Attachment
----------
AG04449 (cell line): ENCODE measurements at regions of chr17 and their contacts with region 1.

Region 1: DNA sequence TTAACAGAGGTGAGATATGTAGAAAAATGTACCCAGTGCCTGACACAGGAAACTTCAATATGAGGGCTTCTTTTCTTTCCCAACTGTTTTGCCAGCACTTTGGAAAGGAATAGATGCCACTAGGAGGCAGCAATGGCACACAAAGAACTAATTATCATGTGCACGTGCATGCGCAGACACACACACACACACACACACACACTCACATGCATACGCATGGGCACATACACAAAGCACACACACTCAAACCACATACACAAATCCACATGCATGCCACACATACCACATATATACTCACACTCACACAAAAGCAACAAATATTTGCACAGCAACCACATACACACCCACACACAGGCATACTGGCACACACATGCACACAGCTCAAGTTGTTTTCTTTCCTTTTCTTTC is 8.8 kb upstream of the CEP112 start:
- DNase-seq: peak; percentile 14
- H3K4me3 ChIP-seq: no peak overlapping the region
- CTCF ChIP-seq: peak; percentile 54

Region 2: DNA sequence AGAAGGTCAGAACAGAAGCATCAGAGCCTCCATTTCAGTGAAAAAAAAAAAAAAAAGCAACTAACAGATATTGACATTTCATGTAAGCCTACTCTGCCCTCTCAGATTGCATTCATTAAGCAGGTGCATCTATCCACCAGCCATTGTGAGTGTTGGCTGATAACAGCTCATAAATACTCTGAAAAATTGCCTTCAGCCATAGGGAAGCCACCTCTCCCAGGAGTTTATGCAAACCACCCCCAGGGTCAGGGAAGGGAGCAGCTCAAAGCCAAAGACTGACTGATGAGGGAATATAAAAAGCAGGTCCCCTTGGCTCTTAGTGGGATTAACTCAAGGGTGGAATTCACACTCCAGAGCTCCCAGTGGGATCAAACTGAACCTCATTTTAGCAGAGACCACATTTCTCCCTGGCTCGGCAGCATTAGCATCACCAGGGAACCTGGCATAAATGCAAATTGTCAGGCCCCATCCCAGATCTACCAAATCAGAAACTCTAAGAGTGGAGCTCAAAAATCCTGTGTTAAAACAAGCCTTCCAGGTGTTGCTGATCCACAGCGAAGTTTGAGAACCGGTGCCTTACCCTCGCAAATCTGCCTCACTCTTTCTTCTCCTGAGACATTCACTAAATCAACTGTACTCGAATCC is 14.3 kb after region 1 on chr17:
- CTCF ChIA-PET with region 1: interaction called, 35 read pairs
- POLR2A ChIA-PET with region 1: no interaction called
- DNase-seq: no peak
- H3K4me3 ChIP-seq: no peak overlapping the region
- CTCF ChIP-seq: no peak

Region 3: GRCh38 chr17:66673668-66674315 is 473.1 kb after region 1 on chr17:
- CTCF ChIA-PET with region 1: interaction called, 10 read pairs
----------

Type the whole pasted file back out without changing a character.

AG04449 (cell line): ENCODE measurements at regions of chr17 and their contacts with region 1.

Region 1: DNA sequence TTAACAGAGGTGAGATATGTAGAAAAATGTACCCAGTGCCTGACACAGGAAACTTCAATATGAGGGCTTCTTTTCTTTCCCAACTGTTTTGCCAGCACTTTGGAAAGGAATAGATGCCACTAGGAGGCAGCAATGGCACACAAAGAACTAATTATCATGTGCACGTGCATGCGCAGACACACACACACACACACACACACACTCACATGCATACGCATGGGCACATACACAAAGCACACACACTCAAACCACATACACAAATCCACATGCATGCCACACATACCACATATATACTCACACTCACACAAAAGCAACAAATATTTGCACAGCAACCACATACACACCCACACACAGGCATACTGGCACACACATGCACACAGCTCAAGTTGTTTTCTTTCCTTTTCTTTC is 8.8 kb upstream of the CEP112 start:
- DNase-seq: peak; percentile 14
- H3K4me3 ChIP-seq: no peak overlapping the region
- CTCF ChIP-seq: peak; percentile 54

Region 2: DNA sequence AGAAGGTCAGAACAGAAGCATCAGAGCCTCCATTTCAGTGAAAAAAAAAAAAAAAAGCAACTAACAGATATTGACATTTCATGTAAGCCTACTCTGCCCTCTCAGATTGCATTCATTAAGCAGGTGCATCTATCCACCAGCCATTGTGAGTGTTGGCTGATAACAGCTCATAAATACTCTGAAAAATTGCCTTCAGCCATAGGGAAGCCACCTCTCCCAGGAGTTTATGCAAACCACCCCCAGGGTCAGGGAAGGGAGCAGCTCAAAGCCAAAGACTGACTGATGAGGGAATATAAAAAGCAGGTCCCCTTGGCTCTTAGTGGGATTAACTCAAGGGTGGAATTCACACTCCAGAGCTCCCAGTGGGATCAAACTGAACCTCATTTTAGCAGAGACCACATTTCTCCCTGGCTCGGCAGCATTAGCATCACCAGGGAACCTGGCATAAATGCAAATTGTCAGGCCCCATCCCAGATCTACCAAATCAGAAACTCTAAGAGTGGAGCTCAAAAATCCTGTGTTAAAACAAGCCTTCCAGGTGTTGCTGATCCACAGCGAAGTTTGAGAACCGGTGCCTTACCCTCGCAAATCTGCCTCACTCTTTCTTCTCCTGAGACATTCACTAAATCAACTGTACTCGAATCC is 14.3 kb after region 1 on chr17:
- CTCF ChIA-PET with region 1: interaction called, 35 read pairs
- POLR2A ChIA-PET with region 1: no interaction called
- DNase-seq: no peak
- H3K4me3 ChIP-seq: no peak overlapping the region
- CTCF ChIP-seq: no peak

Region 3: GRCh38 chr17:66673668-66674315 is 473.1 kb after region 1 on chr17:
- CTCF ChIA-PET with region 1: interaction called, 10 read pairs